For (the Sake of) - Trench's New Testament Synonyms

For (the Sake of)

hyper (G5228) For (the Sake of)
In Behalf of
anti (G473) Instead of
Many New Testament passages use hyper in phrases like "in behalf of [hyper] all," "in behalf of us," and "in behalf of the sheep." To preserve the emphasis in these passages on the all-important truth of the vicarious nature of Christ's sacrifice, some scholars argue that hyper should be seen as the equivalent of anti. Because anti is the preposition first of equivalence and then of exchange, they conclude that hyper must have the same force in all of these passages. If this is correct, then each of these passages would become a dictum probans (demonstrating statement) for the vital truth that Christ suffered not merely on our behalf and for our good but also in our stead, that he bore the penalty of our sins that otherwise we would have had to bear. Although this has been denied, hyper sometimes has this meaning. Thus Plato wrote: "I will answer in your stead" (ego [G1473] hyper sou apokrinoumai [G611]). In most passages, however, hyper means no more than "on behalf of or "for the good of." If Scripture only stated that Christ died "in behalf of [hyper] us" and that he tasted death "in behalf of [hyper] everyone," we would have no undeniable New Testament proof that his death was vicarious that he died in our stead and bore our sins and their penalty on the crossthough we might find evidence for that elsewhere (e. g., Isa. 53:4-6). Only by beginning with the New Testament's teaching that Christ died "instead of [anti] many" (Matt. 20:28), that he gave himself as an antilytron (G487, ransom; 1 Tim. 2:6), and by using this as an interpretive starting point can we claim that those verses which teach that Christ died for us also teach that he died in our stead. The preposition hyper is used in these passages with both of these meanings. It expresses the fact that Christ died for our sakes and in our stead. Anti expresses only the latter.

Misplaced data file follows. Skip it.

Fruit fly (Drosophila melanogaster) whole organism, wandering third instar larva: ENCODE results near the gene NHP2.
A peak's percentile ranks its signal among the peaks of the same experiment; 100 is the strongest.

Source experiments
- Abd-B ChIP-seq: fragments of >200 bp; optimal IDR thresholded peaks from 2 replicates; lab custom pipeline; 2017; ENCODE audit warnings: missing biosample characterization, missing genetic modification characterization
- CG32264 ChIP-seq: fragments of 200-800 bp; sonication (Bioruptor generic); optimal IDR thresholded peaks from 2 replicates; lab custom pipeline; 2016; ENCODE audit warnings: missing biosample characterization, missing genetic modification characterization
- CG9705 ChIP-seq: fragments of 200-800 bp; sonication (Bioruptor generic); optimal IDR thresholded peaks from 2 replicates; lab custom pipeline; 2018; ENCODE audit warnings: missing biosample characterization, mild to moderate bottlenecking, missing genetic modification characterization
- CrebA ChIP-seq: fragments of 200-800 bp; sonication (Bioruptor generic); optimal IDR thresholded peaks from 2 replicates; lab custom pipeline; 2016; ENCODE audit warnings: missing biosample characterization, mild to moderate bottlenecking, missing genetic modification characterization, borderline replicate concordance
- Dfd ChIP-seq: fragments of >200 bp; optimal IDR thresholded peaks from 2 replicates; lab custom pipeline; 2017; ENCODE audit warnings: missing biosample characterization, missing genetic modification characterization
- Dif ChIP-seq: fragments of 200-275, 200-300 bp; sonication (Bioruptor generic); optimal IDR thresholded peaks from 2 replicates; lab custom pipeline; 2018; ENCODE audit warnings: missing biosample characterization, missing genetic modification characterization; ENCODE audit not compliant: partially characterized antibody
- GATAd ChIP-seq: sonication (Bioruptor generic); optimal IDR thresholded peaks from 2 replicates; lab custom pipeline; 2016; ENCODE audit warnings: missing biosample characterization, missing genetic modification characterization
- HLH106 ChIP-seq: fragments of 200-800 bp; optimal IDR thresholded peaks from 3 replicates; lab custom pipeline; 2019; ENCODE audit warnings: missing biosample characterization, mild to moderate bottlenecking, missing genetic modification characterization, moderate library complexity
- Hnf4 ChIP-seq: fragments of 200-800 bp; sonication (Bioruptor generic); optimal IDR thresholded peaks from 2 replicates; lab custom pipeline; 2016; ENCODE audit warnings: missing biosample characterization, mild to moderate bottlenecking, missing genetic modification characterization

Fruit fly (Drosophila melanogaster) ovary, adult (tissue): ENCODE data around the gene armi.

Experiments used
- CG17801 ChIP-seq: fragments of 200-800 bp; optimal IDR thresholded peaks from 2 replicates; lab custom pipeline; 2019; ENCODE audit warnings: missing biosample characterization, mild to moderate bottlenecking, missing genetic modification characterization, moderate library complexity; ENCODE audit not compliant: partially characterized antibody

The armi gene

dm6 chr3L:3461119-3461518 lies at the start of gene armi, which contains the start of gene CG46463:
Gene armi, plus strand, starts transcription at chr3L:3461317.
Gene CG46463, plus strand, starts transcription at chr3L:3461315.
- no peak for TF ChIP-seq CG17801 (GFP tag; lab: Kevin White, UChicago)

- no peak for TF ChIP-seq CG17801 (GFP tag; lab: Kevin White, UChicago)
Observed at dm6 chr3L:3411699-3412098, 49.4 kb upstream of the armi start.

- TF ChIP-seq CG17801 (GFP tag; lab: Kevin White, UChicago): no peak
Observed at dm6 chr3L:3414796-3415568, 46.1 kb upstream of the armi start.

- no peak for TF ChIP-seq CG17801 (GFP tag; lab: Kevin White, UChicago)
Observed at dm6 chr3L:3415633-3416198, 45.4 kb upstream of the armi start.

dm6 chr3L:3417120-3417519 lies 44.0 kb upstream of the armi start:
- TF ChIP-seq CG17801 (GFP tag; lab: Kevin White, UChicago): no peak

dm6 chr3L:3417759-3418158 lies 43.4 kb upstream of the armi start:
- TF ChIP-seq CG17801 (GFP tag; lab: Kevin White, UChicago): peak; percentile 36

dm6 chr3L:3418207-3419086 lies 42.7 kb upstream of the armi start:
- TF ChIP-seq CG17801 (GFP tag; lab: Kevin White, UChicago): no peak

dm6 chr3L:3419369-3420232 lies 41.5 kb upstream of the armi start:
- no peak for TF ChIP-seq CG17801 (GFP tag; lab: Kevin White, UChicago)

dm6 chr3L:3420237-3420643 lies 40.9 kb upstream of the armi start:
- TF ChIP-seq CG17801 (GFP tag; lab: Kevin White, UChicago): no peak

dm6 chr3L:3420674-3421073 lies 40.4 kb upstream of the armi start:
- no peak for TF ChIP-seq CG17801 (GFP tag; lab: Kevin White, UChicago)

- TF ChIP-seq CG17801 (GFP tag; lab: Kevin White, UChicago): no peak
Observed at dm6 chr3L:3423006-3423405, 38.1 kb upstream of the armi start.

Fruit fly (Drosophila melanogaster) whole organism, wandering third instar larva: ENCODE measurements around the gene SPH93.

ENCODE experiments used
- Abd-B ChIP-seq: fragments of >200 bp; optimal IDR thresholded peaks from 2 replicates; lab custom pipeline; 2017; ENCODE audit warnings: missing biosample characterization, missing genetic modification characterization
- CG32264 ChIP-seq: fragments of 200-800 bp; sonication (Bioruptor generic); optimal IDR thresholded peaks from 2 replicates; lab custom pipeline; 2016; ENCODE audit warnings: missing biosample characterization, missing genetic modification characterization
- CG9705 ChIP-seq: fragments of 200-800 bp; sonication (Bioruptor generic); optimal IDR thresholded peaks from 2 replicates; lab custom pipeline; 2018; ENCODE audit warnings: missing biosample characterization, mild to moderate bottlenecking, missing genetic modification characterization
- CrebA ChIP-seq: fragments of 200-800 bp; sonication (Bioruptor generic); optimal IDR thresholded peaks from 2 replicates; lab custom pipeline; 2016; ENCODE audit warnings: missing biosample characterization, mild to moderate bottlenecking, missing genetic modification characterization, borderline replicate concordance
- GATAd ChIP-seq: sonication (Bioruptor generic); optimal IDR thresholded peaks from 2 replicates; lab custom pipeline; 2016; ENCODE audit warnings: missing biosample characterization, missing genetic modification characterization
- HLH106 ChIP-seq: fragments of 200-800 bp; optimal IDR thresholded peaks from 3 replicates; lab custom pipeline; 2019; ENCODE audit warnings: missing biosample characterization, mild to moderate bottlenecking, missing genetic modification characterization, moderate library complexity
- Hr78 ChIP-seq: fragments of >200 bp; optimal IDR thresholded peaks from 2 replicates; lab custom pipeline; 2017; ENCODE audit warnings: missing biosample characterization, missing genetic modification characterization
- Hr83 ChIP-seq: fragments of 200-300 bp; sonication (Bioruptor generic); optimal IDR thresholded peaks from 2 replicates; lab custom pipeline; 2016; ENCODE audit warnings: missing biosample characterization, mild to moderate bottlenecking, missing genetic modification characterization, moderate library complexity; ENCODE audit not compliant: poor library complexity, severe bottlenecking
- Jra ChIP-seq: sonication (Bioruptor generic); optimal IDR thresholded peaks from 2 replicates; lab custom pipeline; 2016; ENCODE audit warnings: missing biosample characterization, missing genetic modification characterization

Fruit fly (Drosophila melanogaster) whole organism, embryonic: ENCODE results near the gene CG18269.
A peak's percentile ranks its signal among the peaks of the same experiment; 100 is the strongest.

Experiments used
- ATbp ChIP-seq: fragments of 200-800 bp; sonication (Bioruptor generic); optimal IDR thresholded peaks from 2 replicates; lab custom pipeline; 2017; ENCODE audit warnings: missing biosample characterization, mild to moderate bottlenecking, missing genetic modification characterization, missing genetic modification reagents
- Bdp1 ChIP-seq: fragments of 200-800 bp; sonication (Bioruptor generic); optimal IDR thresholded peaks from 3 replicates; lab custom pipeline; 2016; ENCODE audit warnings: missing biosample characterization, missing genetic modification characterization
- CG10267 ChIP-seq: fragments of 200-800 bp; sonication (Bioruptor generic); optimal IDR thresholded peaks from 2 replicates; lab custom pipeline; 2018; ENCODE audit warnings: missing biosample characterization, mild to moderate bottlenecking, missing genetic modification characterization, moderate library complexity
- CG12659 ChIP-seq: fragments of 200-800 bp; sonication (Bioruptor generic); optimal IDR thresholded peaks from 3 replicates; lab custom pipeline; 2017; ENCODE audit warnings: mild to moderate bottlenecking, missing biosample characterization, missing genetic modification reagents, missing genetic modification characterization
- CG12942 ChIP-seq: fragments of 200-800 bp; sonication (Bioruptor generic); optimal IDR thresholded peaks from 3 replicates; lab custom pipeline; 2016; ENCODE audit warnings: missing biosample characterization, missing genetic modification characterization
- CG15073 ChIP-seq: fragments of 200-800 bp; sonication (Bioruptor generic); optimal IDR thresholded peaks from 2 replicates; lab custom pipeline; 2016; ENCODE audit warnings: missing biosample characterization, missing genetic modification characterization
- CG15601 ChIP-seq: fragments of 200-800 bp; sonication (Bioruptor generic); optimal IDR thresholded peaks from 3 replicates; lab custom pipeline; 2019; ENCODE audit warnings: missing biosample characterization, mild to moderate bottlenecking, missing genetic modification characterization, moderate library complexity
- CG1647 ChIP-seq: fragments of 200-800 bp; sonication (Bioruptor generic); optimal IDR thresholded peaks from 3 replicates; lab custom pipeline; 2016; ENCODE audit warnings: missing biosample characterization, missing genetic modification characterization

Tischendorf has some excellent remarks on this matter, though we have partially anticipated them.
There were those who tried to show only from the nature and use of the preposition hyper that Paul taught the vicarious satisfaction of Christ. Others in turn have denied that the preposition hyper has been used correctly by the authors of the New Testament for anti in an attempt to prove the contrary. Error has been committed by each group. The preposition alone supports equally each part of the opinionsI say "equally each." For there are at hand, contrary to the opinion of very many, passages taken from many writers of the ancient Greeks which clearly show that the preposition hyper signifies "in the place of and "in the stead of someone; and no one can doubt that Paul himself applied this preposition with the same meaning, also in passages which do not pertain to our topic (cf. Philem. 13; 1 Cor. 15:29; 2 Cor. 5:20). If, however, it is asked why the apostle employed chiefly this preposition of uncertain and fluctuating meaning in a subject so important, the preposition itself is more fitting than others to describe Christ's death for us. Indeed no one denies that in this word lies the chief point, that Christ died for the benefit of human beingsand he did it in such a way that he died in the place of human beings. For the joint meaning of both beneficial and vicarious the apostle admirably employed the preposition hyper. Thus Winer contends most correctly, as is his custom, that we are not allowed in important passages which describe the death of Christ to assume that the preposition hyper simply equals anti. It is clearly the pro[for] of Latin and the für[for] of German. As often as Paul teaches that Christ died for us he did not wish the concept of benefit to be disassociated from the very concept of vicarious, and in my judgment by that expression he did not wish the one ever to be excluded from the other.

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